The End of My Search
August 1987

“The End of My Search,” Ensign, Aug. 1987, 42–43

The End of My Search

Because my mother and father each belonged to different churches, they decided when they married that their children would not be forced into one faith or another. Instead, they would be sent to the nearest church and allowed to make up their own minds regarding religion once they knew the choices available. I had attended four different churches by my early teen years, and had lapsed into occasional attendance at my godparents’ church when they were visiting.

However, my friend’s mother died when I was fourteen, and I began to wonder about our existence here on earth. My mind wandered back to the days I had spent at church, and I decided to use all the knowledge I had to search for the true church on the earth—should there really be one.

I went back to the church into which I had been christened. I enjoyed the worship, but each time I asked questions, I was told just to attend—we didn’t need those answers. To me, if there was a God, a loving Father, I would view him much like my own earthly father—someone who wanted me to grow and search out the truth. I could not believe that God wished to keep me in the dark.

I went back to other churches I had attended, then studied Judaism and Islam, as well as Christian denominations I had never before explored. Although these religions included many fine teachings, I felt the complete truth was still missing.

My parents had always encouraged me to search for myself. Once I had begun my examination of a particular faith, they would not take me to church. They made me find my own way, feeling that only if I struggled for something would I then hold it dear.

One afternoon as our family drove out of town, we passed a chapel of The Church of Jesus Christ of Latter-day Saints. Jokingly, my father said, “You’ve not tried there yet.” I asked what kind of church it was, and Daddy said it was the Mormon church. I remarked that the name on the front of the Church didn’t say that, and he responded, “Mormon is only their nickname; but don’t try them. They’re a funny lot.”

Since the church building was some four miles from my home, I decided to write and ask about their beliefs. The following week, a letter arrived for me from the branch president, inviting me to attend their meetings. I felt excited, yet nervous, as I read it—something I had never felt before while investigating a church. I decided it was time for me to ask my Heavenly Father about this.

I wasn’t quite sure what to say, since the Lord’s Prayer was the only one I had said before. However, as I finished a simple prayer asking the Lord to show me the way, I heard my mother call me. I went downstairs to find two men sitting in the lounge with Mummy. They had come to our door to see if our family would like to know more about The Church of Jesus Christ of Latter-day Saints. Mummy had asked them if they had come in reply to my letter, but they said they had never heard of me.

I sat silently while the three spoke together, and for the first time in my life all that my mother said seemed confusing, yet these two men made everything so clear. That night I thanked the Lord for sending the truth to me.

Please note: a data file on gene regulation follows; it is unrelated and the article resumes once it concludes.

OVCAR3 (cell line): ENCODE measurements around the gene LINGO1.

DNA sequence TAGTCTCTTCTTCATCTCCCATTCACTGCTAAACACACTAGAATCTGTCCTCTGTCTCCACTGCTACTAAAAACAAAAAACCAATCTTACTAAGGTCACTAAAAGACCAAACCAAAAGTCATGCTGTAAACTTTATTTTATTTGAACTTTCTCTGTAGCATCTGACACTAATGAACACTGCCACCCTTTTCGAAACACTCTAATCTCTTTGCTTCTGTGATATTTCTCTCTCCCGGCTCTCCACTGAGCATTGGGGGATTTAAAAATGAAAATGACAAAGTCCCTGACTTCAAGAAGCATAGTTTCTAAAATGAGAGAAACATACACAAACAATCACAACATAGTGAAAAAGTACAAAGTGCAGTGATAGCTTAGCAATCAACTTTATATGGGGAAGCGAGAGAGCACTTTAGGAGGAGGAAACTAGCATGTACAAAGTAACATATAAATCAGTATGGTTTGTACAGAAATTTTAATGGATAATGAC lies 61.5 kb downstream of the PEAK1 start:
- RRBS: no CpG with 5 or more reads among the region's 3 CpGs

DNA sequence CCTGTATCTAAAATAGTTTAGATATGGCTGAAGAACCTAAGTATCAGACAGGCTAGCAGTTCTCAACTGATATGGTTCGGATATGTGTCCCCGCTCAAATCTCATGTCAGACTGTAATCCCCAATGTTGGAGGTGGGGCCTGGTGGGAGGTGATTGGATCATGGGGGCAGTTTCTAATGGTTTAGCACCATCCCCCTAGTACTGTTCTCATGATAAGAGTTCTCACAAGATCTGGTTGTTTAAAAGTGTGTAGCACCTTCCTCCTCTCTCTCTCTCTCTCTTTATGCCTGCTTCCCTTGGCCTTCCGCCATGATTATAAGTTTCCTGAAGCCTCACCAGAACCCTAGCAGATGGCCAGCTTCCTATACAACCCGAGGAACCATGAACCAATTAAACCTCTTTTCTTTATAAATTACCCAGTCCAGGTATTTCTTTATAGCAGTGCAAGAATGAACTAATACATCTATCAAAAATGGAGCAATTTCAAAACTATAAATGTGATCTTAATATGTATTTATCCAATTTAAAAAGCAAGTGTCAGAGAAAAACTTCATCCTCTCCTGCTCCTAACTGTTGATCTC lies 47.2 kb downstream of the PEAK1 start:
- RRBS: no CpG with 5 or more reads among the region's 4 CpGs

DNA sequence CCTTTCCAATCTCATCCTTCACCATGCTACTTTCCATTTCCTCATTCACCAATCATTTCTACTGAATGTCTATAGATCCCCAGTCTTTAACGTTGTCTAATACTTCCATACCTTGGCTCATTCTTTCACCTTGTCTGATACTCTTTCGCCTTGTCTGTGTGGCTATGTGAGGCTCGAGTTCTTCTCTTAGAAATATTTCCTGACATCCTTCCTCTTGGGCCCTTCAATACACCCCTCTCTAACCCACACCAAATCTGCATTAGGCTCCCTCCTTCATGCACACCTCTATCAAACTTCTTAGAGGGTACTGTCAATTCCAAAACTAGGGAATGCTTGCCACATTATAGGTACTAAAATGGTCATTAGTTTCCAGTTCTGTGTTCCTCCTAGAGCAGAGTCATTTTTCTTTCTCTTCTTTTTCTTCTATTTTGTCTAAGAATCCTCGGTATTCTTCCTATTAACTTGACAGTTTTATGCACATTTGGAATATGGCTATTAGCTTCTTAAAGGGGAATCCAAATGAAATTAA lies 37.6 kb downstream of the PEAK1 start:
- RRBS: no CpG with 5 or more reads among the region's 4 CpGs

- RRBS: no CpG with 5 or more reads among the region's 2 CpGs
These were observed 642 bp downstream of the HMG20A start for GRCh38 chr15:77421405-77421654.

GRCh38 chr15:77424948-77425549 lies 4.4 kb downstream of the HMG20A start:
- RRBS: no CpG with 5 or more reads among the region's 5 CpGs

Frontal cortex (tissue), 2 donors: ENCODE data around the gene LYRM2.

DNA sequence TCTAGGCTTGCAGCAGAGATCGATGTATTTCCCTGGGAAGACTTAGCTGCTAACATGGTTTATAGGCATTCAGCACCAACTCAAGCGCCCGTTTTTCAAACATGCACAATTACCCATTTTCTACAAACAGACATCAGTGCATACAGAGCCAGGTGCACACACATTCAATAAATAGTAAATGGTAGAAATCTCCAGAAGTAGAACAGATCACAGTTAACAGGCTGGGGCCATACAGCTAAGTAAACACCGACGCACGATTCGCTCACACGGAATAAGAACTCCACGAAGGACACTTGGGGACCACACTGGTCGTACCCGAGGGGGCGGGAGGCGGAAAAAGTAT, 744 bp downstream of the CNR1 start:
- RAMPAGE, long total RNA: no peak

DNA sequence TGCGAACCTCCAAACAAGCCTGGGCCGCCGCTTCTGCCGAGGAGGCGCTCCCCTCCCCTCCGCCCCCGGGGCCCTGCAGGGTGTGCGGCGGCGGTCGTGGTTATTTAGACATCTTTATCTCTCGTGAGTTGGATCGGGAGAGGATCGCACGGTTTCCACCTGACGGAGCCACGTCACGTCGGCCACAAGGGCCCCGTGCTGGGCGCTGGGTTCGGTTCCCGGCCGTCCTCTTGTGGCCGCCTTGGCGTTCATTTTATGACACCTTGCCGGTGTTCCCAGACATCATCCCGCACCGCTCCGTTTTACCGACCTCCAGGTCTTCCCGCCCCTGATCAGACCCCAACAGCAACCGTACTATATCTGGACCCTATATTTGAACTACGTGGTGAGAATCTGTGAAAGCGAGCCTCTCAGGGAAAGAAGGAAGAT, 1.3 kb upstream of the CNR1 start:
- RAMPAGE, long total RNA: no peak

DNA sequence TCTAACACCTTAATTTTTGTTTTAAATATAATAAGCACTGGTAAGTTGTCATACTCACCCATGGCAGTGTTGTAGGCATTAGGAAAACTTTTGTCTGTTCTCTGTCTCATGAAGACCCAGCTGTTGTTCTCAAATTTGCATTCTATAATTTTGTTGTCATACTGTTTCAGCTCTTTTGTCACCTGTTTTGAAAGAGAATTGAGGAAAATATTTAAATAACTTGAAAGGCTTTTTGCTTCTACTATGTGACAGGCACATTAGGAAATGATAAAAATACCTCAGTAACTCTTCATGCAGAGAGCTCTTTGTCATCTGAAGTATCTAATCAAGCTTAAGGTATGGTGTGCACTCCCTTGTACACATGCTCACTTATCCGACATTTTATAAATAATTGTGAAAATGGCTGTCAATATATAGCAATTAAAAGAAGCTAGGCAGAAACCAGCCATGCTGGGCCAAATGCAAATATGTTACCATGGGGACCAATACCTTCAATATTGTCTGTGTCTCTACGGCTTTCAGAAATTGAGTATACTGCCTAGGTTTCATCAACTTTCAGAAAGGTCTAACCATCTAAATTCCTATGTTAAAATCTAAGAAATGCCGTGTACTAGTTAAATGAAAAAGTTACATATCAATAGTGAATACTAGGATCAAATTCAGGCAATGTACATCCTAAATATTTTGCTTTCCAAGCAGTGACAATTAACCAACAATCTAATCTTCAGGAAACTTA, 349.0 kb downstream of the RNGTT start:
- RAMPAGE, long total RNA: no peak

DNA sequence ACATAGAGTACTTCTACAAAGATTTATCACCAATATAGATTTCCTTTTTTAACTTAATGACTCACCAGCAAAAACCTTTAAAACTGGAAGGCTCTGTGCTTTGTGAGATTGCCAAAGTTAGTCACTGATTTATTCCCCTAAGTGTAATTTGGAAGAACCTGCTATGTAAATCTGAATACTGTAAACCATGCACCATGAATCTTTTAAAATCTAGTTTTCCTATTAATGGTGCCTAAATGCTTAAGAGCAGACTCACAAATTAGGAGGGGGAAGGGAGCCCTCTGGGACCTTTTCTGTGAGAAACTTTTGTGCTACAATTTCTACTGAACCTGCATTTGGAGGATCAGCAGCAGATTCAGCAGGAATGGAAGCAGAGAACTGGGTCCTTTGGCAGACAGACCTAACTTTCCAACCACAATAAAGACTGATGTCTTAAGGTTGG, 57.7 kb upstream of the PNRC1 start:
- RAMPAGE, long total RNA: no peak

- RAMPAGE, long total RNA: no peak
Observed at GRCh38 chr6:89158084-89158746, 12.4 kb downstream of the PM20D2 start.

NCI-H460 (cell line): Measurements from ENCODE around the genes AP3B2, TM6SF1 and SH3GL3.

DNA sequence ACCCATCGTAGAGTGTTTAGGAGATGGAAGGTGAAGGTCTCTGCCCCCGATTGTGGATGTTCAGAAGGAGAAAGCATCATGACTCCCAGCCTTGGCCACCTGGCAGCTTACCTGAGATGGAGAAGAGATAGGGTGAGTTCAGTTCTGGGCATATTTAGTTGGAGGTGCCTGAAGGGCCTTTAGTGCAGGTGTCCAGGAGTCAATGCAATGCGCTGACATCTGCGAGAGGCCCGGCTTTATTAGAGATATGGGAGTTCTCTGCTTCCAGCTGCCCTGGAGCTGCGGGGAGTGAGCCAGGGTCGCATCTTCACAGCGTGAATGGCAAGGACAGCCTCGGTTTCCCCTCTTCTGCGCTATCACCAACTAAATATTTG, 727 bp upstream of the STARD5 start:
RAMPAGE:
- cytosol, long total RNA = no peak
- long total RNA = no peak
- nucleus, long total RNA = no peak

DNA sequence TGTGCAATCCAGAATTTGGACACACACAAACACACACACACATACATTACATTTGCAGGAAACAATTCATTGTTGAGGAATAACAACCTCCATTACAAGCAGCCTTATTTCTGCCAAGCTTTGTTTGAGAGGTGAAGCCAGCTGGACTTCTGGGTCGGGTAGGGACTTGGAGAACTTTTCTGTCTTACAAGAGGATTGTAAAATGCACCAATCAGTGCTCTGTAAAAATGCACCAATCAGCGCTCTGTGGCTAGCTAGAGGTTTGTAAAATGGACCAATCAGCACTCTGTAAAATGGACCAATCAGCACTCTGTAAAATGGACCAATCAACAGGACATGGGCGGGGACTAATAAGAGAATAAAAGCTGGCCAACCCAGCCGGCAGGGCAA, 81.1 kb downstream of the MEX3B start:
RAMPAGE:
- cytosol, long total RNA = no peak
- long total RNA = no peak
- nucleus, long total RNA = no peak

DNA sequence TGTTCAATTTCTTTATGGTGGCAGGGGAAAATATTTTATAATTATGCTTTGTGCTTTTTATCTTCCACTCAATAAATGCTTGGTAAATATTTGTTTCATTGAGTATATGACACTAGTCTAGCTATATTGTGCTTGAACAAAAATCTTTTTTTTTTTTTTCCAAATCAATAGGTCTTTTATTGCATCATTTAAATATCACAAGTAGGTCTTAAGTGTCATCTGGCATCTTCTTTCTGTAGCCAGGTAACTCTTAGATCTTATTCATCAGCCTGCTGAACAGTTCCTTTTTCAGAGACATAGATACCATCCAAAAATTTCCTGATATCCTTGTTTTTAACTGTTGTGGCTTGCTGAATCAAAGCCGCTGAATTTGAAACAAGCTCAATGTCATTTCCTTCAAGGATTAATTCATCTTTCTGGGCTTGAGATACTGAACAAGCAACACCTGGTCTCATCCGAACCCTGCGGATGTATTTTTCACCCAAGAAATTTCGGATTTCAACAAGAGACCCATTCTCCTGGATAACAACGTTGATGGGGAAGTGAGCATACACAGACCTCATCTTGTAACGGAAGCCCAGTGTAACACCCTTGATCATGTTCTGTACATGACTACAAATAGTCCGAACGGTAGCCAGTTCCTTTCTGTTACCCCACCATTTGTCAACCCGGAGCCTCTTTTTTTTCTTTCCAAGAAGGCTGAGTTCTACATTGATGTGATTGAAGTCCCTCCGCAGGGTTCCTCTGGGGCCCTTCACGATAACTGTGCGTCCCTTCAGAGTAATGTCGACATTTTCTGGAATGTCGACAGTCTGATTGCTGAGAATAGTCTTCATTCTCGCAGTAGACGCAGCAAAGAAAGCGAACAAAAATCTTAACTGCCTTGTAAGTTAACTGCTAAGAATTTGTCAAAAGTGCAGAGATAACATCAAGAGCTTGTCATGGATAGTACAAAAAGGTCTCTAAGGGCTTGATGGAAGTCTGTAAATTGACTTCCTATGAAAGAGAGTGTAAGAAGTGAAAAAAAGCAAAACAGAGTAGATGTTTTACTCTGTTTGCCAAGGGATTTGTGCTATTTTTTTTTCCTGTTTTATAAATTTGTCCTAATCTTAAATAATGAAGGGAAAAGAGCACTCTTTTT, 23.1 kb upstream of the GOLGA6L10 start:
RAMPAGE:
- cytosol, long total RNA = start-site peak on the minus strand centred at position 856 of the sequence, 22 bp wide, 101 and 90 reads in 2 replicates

The next Sunday I set off on my bicycle to find the LDS meetinghouse. I arrived, but, too nervous to go in alone, I waited for someone else and asked if I could walk in with her. Once I was inside the church, a warm feeling came over me. The missionaries soon spotted me.

As weeks went by, the missionaries taught me the gospel and challenged me to be baptized. I readily accepted, but my parents had other ideas. I was only sixteen; they told me that I was going through a phase, but that if I still wanted to join the Church when I was eighteen, they would give their permission.

The morning of my eighteenth birthday was beautiful. I opened my presents and left for college classes knowing that the best part of the day would be at 7:30 that night, 21 May 1976, when I would be baptized.

My family met me for lunch. Shortly after eating, I found myself in great pain. My mother suggested I go home, where she put me to bed. I couldn’t sleep. The pain was so great that I got out of bed and knelt in prayer. As I pleaded for the Lord to take away the pain so I could go through with my long-awaited baptism, a great darkness filled the room. Frightened, I cried for help to see me through this terror. When I opened my eyes, it was three hours later and my older sister stood beside me. She asked how I was and suggested I get ready for the baptism. I looked out of the window and saw the sun was shining brightly. I thanked my Father in Heaven for my answered prayer, and off my family and I went to the church.

That was one of the most beautiful days of my life. I renewed the promise I had made to my Father in Heaven two years earlier to serve him as a missionary. It is now five years since I finished my full-time missionary service. After my baptism, I had started taking my younger sister to church, and she was baptized after my return from my mission. Although my parents are still not members of the Church, I am grateful for the way they taught me and the desire they gave me to search for the truth.

Illustrated by Scott Snow